Anyone who has a car must learn the basics of how to check head gasket. After all, a working head gasket effectively seals the engine block and cylinder head of an internal combustion engine (s). Its aim is to keep the coolant and engine oil from seeping into the cylinders by sealing the combustion gases within the cylinders. Leaks in the head gasket can result in poor engine performance and/or overheating. In this article we will learn all about how to check head gasket.
How to Check Head Gasket: Importance of a Head Gasket
To understand the process of how to check a head gasket, let us first discuss the role of a head gasket thoroughly. Because modern cars are frequently built with an engine block and a cylinder head fastened on top, a head gasket is a key seal. This vital component is found between the engine block and the cylinder head. It's a machined casting for an internal combustion engine having cylindrical bored holes for the pistons.
A head gasket serves as a seal between the engine block and the cylinder head. When exposed to compression, this gasket should be able to maintain that sealing requirement and prevent leaking between the two critical engine elements. Simply explained, the objective of a head gasket is to seal the cylinders in order to achieve optimum compression. Furthermore, the gasket separates the flow of oil and water that travel through the engine's block and cylinder head.
A car's head gasket is exposed to numerous elements of the vehicle, including water, oil, exhaust gases, and gasoline. The fact that it contains the compression ratio within your car's combustion chamber demonstrates the significance of a head gasket.
How to Check Head Gasket: What Happens When a Head Gasket Fails
Overheating is usually the cause of a head gasket blowing. This can happen if the engine coolant reaches a temperature where pressure builds up to the same extent that the engine's metal expands. In the vast majority of situations, the water combines with the oil, causing significant engine damage
In rare cases, the compression in the cylinder can cause a perforation or hole in the head gasket, which is known as a blown head gasket. A burst head gasket is often indicated by a rapid pressure rise in the cooling system before the engine achieves a warmed temperature.
It may seem that replacing a gasket should not be so expensive. After all, it is simply a small piece of rubber that sits between the engine block and the cylinder head. Sounds simple enough, doesn't it? But unfortunately, that is not the case. The engine block comprises pistons that move up and down in the cylinder bores and the pistons are linked to rods, which are linked to a crankshaft. This is what drives the vehicle.
The cylinder head is located on top of the engine and contains the valves that open and close, letting air and fuel into the cylinders and expelling waste gas. This is where the head gasket is situated, which means a lot of pieces must be moved out of the way before the head gasket can be accessed. So, while replacing the head gasket isn't particularly expensive, getting there is the difficult part.
The easiest way to avoid a head gasket replacement is to keep your cooling system in good working order. The thermostat, thermostat housing, radiator, and coolant must be regularly checked by a reliable service technician. Replacing or repairing any of these items will be far less expensive than rebuilding the head gasket, much alone replacing the engine if the head gasket breaks and causes extensive damage.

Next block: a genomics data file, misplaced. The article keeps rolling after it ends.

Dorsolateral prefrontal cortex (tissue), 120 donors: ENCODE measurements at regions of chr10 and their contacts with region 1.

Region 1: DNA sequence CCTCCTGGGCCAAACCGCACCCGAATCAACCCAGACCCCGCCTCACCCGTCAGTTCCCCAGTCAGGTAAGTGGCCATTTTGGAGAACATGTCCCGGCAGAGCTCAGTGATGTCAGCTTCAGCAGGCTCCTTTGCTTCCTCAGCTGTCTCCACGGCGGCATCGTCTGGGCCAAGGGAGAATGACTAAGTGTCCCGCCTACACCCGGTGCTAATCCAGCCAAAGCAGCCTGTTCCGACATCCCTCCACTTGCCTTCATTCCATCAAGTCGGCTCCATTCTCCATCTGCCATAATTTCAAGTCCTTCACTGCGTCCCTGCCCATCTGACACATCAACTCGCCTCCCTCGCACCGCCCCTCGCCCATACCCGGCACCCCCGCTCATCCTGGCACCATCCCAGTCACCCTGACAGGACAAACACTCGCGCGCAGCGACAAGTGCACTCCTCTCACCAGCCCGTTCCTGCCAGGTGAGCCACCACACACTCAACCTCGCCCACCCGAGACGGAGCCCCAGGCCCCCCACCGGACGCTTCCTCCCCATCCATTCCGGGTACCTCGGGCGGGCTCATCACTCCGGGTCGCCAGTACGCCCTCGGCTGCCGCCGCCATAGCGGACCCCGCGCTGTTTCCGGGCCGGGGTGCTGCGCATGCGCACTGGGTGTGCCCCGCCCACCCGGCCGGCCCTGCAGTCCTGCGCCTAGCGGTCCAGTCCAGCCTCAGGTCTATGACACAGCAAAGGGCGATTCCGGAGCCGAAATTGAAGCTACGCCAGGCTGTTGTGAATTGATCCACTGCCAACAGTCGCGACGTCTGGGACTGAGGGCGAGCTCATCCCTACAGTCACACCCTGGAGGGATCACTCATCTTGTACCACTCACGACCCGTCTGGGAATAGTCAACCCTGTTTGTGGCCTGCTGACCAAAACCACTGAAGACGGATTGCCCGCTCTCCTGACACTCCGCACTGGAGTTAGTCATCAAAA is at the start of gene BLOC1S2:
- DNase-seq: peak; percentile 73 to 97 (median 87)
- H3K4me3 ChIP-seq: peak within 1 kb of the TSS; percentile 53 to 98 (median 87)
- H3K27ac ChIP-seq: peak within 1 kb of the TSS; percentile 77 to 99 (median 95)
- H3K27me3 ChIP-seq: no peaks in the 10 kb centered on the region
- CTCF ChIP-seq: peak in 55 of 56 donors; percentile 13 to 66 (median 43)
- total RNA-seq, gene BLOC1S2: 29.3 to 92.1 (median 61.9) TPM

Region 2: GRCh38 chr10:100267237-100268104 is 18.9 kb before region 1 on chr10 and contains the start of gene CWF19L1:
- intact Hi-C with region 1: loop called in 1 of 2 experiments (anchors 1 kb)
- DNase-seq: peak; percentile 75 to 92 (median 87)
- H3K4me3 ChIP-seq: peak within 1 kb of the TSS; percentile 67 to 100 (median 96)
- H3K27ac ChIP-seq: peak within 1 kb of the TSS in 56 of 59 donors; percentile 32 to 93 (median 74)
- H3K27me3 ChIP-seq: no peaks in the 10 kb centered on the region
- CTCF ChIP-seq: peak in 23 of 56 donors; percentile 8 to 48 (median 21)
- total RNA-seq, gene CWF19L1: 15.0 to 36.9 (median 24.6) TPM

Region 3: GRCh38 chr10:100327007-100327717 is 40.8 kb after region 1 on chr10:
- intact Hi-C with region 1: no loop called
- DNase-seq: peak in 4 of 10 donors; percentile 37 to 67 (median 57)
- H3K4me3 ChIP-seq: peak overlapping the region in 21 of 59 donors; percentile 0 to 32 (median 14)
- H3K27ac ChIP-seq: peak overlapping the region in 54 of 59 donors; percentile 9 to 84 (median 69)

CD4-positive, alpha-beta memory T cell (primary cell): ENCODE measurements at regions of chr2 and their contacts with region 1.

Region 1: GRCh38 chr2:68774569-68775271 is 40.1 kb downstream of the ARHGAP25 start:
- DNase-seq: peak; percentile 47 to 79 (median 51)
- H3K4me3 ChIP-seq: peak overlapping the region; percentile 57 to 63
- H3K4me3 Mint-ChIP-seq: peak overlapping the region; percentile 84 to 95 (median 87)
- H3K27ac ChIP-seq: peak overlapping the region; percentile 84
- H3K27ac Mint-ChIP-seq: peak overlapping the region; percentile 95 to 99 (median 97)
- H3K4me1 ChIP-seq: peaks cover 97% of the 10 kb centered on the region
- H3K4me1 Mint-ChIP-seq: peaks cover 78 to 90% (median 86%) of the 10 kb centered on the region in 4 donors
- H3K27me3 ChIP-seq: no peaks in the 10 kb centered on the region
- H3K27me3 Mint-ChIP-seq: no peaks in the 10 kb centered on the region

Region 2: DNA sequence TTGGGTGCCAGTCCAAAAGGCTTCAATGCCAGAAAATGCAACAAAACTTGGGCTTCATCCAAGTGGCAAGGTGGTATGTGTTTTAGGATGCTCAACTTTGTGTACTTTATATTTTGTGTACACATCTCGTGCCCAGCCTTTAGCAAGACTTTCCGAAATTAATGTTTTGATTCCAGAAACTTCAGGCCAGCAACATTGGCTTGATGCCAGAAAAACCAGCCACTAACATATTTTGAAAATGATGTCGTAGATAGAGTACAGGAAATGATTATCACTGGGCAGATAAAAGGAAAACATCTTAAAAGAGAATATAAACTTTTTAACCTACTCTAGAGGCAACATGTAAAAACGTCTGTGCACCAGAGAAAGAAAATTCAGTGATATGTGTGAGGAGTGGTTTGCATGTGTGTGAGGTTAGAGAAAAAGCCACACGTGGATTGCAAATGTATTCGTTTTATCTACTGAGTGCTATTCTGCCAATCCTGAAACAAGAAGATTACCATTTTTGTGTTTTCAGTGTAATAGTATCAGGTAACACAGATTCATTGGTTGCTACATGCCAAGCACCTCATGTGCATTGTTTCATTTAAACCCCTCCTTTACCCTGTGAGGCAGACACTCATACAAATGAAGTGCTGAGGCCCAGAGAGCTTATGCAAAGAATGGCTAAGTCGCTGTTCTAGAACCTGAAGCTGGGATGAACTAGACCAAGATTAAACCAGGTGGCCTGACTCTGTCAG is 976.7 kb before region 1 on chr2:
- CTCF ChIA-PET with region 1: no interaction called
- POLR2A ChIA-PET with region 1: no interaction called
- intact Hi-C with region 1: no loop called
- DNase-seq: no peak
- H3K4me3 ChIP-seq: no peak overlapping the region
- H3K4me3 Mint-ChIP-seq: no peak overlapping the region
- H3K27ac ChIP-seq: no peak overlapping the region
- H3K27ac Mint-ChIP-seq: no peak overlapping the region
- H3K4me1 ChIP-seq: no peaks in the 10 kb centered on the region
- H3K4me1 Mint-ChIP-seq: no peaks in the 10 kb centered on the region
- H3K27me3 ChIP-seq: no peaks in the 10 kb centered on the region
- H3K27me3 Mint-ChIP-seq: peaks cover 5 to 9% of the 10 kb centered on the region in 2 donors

How To Check Head Gasket
Checking the oil and exhaust are the two simplest ways many drivers inspect their head gasket. However, though these are the simplest methods, they are not the only ones you may use to corroborate your suspicions and those methods alone may not always show the whole picture. So here are the seven most effective techniques how to check head gasket:
- Check the Engine Oil
Before we go to the other techniques let us first discuss two of the simplest methods. Examining your engine oil is one of the simplest and most effective techniques to determine if you have a blown head gasket. You can check it by drawing the dipstick. But if you're towards the end of your oil change, it's a lot more effective to drain it and inspect.
A burst head gasket is indicated by engine oil mixed with coolant. You'll know it's blended if your oil has a milky tint instead of the brownish/black hue of spent oil. The more coolant there is, the milkier the hue.
- Check the Exhaust
Check for white smoke coming from the exhaust. If you glance at your exhaust and notice a lot more smoke than usual, you may have a burst head gasket. However, there are a few factors to keep in mind while diagnosing excess exhaust.
For starters, as the ambient temperature decreases, you may expect more exhaust than during the warmer months. This is completely typical and does not imply a burst head gasket. Second, if you have a burst head gasket, you should watch for excessive white smoke, as this is the color that coolant burns if it gets into the combustion chamber.
Finally, sufficient smoke is required for the problem to be a blown head gasket. If the amount of exhaust smoke fluctuates after warming up or on different days, the problem likely isn’t a blown head gasket.
- Check the coolant.
Check if the coolant is overflowing from the tank. Because your coolant is a sealed system, everything you put in it should stay there. And, though the levels may vary somewhat owing to changes in temperature and pressure, they should remain consistent for the most part.
If you find yourself constantly adding coolant to the system despite the fact that there is no obvious leak, there is a significant probability that your coolant is going somewhere it shouldn't be within your engine.